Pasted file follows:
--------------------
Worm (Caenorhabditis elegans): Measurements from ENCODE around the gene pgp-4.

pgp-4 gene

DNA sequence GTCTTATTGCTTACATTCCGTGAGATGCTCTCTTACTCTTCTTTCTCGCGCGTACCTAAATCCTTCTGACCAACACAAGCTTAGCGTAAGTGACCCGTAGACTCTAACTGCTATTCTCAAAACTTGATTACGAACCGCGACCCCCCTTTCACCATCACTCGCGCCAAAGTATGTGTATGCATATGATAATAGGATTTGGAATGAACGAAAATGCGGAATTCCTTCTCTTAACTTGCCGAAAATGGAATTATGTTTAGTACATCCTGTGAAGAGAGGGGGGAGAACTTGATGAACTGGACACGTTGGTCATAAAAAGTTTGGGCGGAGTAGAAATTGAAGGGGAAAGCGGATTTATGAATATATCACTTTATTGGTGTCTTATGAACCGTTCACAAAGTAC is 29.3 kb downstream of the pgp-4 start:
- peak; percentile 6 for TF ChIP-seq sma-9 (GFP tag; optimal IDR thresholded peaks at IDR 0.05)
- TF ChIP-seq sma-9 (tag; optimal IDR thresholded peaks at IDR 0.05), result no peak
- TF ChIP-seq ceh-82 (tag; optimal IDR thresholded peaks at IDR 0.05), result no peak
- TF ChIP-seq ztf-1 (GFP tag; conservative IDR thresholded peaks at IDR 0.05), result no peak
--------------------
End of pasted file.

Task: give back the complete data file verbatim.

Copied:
Worm (Caenorhabditis elegans): Measurements from ENCODE around the gene pgp-4.

pgp-4 gene

DNA sequence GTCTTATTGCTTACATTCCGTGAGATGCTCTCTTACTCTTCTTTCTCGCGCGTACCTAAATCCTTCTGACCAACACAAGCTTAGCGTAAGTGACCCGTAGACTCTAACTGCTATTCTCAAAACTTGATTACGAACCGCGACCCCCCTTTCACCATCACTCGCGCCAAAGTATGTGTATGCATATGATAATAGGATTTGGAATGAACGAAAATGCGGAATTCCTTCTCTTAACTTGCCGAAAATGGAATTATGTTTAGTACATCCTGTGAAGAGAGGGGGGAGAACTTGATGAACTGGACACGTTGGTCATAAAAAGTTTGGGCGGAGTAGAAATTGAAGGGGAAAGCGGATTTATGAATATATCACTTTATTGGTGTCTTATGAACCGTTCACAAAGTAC is 29.3 kb downstream of the pgp-4 start:
- peak; percentile 6 for TF ChIP-seq sma-9 (GFP tag; optimal IDR thresholded peaks at IDR 0.05)
- TF ChIP-seq sma-9 (tag; optimal IDR thresholded peaks at IDR 0.05), result no peak
- TF ChIP-seq ceh-82 (tag; optimal IDR thresholded peaks at IDR 0.05), result no peak
- TF ChIP-seq ztf-1 (GFP tag; conservative IDR thresholded peaks at IDR 0.05), result no peak